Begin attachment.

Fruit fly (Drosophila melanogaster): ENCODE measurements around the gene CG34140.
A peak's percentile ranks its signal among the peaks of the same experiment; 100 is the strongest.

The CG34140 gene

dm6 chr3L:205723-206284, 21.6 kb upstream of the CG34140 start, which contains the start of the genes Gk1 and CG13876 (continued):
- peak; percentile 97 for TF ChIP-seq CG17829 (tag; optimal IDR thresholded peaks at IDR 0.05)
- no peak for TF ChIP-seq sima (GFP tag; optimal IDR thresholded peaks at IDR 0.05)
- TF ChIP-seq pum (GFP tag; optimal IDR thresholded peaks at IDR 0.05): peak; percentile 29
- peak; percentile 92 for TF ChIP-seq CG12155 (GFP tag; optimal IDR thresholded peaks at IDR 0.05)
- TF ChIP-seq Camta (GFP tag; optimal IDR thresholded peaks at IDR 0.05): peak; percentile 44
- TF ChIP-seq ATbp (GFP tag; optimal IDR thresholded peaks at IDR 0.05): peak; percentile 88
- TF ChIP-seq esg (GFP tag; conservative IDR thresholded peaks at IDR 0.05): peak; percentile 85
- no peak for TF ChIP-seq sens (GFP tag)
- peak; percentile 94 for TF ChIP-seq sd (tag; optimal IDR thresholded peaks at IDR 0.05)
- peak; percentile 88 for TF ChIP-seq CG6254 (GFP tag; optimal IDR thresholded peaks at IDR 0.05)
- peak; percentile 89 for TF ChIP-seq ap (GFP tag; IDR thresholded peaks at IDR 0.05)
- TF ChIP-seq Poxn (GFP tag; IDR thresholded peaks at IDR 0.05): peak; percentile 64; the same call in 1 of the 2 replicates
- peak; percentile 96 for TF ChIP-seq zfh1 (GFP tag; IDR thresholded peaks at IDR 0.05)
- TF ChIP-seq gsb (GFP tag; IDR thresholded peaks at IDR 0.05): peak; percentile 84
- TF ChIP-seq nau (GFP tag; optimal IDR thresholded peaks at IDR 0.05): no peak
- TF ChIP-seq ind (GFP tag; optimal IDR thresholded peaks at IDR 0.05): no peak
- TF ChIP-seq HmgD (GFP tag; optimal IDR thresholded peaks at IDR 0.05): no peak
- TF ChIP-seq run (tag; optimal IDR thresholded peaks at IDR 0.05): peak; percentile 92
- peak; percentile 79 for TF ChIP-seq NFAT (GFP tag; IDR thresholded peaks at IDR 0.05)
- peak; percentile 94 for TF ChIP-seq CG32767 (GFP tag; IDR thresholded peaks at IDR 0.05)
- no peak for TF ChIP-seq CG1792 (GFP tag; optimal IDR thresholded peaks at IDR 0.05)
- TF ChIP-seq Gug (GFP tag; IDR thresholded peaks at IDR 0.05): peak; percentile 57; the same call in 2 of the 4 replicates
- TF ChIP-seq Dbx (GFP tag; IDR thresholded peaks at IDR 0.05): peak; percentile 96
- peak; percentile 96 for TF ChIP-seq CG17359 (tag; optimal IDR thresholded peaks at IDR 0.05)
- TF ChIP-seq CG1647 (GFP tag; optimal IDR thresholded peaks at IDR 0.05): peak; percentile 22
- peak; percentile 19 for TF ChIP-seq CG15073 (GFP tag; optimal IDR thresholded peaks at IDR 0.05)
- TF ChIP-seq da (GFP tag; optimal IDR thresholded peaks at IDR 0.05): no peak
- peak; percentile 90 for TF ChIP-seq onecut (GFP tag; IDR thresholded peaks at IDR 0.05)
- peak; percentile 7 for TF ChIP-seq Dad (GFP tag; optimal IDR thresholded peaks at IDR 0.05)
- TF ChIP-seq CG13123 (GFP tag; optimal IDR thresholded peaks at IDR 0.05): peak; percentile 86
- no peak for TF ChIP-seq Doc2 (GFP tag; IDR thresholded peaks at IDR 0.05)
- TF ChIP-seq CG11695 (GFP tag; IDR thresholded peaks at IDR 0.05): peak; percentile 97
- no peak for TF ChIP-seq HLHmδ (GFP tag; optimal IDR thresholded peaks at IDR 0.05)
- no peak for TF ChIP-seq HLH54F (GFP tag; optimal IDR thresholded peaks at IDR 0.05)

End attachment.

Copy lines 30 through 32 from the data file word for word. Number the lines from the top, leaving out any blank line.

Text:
- peak; percentile 19 for TF ChIP-seq CG15073 (GFP tag; optimal IDR thresholded peaks at IDR 0.05)
- TF ChIP-seq da (GFP tag; optimal IDR thresholded peaks at IDR 0.05): no peak
- peak; percentile 90 for TF ChIP-seq onecut (GFP tag; IDR thresholded peaks at IDR 0.05)